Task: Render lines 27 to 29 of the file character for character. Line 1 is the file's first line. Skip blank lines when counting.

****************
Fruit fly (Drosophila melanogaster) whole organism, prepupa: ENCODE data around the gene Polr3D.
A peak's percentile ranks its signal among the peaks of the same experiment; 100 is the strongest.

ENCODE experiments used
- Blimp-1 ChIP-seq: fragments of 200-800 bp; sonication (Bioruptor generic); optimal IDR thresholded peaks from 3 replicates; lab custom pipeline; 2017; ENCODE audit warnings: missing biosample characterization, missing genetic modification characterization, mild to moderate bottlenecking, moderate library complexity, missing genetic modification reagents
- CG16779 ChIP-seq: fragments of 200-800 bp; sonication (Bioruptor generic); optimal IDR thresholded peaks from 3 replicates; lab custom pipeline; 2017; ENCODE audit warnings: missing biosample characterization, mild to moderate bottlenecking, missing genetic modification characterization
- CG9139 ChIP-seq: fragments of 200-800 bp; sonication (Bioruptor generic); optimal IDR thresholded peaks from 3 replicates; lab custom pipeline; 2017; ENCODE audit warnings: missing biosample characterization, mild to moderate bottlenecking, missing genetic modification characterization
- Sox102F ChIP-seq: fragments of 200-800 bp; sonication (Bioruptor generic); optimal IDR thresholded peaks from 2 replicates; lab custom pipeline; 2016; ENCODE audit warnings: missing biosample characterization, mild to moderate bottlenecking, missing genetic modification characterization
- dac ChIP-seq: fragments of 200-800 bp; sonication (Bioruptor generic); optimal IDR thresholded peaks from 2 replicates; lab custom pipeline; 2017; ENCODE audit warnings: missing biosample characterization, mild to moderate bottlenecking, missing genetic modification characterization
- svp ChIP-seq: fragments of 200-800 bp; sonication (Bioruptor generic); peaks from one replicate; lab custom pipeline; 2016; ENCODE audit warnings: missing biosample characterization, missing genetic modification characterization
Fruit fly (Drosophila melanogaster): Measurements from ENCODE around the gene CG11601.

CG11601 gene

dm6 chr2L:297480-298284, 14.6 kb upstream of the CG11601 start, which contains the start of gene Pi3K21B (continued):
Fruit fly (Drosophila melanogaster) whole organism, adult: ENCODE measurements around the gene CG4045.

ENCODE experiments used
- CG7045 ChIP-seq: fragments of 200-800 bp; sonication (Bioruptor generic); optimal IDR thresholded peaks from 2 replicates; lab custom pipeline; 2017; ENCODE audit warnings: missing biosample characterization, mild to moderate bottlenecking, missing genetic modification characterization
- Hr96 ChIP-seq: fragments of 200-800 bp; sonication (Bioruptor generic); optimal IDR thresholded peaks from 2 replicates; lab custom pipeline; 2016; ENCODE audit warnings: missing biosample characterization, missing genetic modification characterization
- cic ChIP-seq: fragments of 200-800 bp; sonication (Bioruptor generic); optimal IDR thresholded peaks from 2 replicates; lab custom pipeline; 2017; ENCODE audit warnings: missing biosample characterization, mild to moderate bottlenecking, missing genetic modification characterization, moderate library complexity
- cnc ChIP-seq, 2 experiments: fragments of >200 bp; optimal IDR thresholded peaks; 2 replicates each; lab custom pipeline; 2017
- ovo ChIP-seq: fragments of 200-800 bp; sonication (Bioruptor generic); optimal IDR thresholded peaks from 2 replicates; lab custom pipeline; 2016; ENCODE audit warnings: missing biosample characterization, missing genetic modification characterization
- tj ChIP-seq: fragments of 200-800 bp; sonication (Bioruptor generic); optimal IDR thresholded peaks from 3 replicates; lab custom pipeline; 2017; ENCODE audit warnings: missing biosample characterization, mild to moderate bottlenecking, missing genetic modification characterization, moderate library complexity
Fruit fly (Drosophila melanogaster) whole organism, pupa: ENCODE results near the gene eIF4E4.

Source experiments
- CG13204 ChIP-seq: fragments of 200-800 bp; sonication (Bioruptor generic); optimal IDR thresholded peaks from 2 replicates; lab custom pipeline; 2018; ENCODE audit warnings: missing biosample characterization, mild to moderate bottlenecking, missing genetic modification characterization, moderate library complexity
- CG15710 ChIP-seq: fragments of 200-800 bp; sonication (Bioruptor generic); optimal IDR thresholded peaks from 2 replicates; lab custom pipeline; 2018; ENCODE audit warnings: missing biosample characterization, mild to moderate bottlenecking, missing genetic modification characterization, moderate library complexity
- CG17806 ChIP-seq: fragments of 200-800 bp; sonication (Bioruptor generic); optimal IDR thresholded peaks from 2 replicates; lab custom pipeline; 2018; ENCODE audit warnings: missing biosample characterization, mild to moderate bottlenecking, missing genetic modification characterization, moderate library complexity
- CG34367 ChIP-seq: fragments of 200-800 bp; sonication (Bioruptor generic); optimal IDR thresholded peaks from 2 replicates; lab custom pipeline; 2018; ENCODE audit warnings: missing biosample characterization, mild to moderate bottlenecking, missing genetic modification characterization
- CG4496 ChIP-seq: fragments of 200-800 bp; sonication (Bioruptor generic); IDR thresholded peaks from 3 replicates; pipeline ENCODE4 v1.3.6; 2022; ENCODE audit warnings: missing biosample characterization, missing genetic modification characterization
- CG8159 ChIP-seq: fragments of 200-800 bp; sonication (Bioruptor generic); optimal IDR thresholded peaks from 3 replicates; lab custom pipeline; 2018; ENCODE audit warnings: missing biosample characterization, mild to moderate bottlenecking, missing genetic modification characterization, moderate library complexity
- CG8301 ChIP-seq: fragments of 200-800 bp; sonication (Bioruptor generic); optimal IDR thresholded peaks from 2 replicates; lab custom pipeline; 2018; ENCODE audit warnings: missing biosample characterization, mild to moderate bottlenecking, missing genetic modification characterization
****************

- CG4496 ChIP-seq: fragments of 200-800 bp; sonication (Bioruptor generic); IDR thresholded peaks from 3 replicates; pipeline ENCODE4 v1.3.6; 2022; ENCODE audit warnings: missing biosample characterization, missing genetic modification characterization
- CG8159 ChIP-seq: fragments of 200-800 bp; sonication (Bioruptor generic); optimal IDR thresholded peaks from 3 replicates; lab custom pipeline; 2018; ENCODE audit warnings: missing biosample characterization, mild to moderate bottlenecking, missing genetic modification characterization, moderate library complexity
- CG8301 ChIP-seq: fragments of 200-800 bp; sonication (Bioruptor generic); optimal IDR thresholded peaks from 2 replicates; lab custom pipeline; 2018; ENCODE audit warnings: missing biosample characterization, mild to moderate bottlenecking, missing genetic modification characterization